Defendant ROU asserts the internal union protest filed by Smith was untimely and that therefore the Secretary's complaint relating to the Smith incident must be dismissed. Furthermore, *66 the defendant ROU takes the position that Smith's testimony that he requested the ship list during his mid-August visit to union offices is unworthy of belief, and that, if no such request was made, the Secretary has failed to state a violation cognizable under § 481(c). Finally, defendant contends that even if Smith's appeal within the union was timely, and the complaint does state a violation, it did not affect the outcome of the election.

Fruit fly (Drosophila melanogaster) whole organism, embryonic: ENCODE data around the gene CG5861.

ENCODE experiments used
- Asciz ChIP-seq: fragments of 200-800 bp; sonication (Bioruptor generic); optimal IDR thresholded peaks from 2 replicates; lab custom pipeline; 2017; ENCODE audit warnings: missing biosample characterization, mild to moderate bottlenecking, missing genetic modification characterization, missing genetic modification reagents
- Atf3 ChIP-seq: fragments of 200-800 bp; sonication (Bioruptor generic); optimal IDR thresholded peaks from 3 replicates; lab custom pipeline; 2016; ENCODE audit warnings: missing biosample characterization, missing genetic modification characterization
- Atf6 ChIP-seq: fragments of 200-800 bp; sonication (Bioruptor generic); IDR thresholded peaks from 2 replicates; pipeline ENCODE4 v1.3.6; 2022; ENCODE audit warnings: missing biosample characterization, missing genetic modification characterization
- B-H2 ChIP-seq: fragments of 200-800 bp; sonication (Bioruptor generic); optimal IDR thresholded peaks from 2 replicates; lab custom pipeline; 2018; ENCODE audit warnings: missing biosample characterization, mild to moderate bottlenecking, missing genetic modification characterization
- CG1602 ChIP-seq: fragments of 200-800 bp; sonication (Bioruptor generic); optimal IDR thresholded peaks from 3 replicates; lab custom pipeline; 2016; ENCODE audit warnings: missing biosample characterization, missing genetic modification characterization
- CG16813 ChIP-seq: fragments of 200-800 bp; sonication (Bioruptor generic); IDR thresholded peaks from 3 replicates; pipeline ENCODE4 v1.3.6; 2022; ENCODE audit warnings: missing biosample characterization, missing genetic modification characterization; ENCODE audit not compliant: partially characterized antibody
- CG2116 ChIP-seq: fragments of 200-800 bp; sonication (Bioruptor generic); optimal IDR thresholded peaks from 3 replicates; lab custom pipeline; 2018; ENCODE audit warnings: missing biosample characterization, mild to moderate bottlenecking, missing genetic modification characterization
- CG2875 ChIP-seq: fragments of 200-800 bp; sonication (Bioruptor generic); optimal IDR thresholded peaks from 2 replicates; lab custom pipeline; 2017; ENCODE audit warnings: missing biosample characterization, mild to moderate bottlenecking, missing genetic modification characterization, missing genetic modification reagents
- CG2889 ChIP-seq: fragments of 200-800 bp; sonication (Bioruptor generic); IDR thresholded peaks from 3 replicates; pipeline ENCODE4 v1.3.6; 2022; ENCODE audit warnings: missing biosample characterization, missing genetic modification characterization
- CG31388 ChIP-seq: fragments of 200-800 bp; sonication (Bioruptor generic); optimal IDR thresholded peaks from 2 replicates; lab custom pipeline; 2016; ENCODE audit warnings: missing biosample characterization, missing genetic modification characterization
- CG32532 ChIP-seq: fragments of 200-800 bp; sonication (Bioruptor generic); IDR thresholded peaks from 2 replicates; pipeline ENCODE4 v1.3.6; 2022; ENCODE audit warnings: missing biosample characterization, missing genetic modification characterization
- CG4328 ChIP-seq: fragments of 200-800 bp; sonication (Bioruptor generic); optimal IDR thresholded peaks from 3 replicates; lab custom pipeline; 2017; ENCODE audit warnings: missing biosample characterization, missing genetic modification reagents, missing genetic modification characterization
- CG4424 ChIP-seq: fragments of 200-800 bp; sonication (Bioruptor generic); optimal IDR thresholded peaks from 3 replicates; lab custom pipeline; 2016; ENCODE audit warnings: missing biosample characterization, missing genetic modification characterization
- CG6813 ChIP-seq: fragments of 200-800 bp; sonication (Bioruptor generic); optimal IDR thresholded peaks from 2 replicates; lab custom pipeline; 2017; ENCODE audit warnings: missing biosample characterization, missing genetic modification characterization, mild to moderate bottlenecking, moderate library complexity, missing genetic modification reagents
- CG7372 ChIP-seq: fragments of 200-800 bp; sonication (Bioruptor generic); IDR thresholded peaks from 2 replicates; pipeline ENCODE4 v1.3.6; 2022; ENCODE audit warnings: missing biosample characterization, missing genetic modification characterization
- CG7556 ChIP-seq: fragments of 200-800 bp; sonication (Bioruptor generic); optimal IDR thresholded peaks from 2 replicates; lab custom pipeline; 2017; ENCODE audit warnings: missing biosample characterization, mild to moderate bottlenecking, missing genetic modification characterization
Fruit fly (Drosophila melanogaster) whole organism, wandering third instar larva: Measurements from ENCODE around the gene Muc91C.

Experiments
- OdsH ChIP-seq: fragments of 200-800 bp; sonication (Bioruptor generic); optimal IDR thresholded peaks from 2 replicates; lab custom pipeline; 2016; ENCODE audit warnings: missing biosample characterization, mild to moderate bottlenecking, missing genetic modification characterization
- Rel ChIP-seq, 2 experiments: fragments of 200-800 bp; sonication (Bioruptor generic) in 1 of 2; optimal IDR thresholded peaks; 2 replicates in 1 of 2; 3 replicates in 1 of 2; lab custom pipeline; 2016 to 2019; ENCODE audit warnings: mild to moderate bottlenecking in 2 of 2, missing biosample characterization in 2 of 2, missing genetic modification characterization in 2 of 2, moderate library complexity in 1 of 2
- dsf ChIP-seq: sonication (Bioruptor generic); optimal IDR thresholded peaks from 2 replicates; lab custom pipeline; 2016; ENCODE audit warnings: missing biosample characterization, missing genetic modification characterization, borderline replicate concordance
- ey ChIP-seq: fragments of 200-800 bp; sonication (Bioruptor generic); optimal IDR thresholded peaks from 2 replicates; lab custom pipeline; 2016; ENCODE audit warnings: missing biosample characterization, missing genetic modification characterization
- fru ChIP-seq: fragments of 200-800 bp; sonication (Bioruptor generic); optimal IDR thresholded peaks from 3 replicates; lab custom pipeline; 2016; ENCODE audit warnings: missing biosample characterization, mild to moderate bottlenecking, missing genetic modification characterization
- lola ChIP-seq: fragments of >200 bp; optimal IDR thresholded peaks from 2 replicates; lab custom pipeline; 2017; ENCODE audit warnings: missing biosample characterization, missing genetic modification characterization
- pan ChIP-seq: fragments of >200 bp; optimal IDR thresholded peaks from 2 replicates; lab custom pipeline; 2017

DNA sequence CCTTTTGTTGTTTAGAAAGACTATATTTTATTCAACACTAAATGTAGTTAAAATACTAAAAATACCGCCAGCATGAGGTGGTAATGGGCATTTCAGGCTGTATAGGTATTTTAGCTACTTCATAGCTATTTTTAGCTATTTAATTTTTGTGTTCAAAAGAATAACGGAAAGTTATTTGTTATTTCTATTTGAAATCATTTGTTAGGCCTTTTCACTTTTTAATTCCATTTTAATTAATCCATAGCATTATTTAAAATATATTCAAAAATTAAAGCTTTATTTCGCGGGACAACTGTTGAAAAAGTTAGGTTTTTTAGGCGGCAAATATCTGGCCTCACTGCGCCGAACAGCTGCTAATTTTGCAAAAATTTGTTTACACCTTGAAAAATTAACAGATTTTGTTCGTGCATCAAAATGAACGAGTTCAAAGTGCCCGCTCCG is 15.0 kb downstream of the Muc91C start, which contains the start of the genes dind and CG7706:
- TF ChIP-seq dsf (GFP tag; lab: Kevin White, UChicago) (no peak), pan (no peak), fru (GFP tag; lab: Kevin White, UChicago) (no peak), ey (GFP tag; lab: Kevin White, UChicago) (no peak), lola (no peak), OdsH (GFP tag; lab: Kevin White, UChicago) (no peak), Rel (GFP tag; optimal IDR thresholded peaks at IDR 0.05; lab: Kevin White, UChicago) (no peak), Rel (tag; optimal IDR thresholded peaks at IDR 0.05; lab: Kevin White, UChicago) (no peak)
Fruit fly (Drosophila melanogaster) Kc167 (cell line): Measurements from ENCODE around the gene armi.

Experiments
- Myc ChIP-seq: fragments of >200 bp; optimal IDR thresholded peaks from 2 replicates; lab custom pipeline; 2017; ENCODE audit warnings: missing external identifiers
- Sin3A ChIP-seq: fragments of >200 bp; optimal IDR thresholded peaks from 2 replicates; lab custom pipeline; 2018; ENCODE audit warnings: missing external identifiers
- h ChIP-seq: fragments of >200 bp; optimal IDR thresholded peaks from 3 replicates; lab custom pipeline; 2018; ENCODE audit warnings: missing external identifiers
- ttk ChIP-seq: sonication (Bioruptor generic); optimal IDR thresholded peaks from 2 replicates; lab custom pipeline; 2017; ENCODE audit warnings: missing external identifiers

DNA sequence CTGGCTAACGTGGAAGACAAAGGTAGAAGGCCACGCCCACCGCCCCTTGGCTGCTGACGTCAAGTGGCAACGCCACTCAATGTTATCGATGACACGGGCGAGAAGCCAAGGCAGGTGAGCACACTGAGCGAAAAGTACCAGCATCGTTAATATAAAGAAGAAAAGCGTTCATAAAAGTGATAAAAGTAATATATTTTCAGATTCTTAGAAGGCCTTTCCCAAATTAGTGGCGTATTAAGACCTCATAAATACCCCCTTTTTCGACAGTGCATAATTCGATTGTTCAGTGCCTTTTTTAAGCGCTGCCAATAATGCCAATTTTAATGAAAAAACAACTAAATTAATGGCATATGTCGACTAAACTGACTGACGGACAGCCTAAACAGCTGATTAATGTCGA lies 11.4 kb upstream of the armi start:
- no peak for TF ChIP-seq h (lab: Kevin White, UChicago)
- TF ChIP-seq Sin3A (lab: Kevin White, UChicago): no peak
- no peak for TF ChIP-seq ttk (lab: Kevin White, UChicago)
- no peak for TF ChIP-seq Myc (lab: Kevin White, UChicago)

1. The Timeliness of Smith's Internal Union Protest
In advancing its theory that Smith's internal union protest was not timely filed, defendant has cited Article 26, § 12(f) of the Commercial Telegraphers' constitution which requires that "notice of intention to appeal" be filed "within ten days after the action complained of is taken." It takes the position that Smith's protest of December 26, 1969, was untimely since the ballots had been counted on December 1, 1969. The Secretary argues that § 12(f) relates to the subordinate unit's power to interpret contracts, schedules and agreements and was not intended to govern election appeal situations.